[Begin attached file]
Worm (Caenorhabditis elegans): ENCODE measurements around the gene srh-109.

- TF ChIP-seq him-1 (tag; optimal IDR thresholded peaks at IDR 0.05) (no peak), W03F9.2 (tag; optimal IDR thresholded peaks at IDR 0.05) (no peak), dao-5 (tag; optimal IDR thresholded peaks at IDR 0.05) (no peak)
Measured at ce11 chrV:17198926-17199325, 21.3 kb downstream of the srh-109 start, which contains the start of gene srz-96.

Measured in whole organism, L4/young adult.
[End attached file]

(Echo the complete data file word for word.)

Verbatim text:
Worm (Caenorhabditis elegans): ENCODE measurements around the gene srh-109.

- TF ChIP-seq him-1 (tag; optimal IDR thresholded peaks at IDR 0.05) (no peak), W03F9.2 (tag; optimal IDR thresholded peaks at IDR 0.05) (no peak), dao-5 (tag; optimal IDR thresholded peaks at IDR 0.05) (no peak)
Measured at ce11 chrV:17198926-17199325, 21.3 kb downstream of the srh-109 start, which contains the start of gene srz-96.

Measured in whole organism, L4/young adult.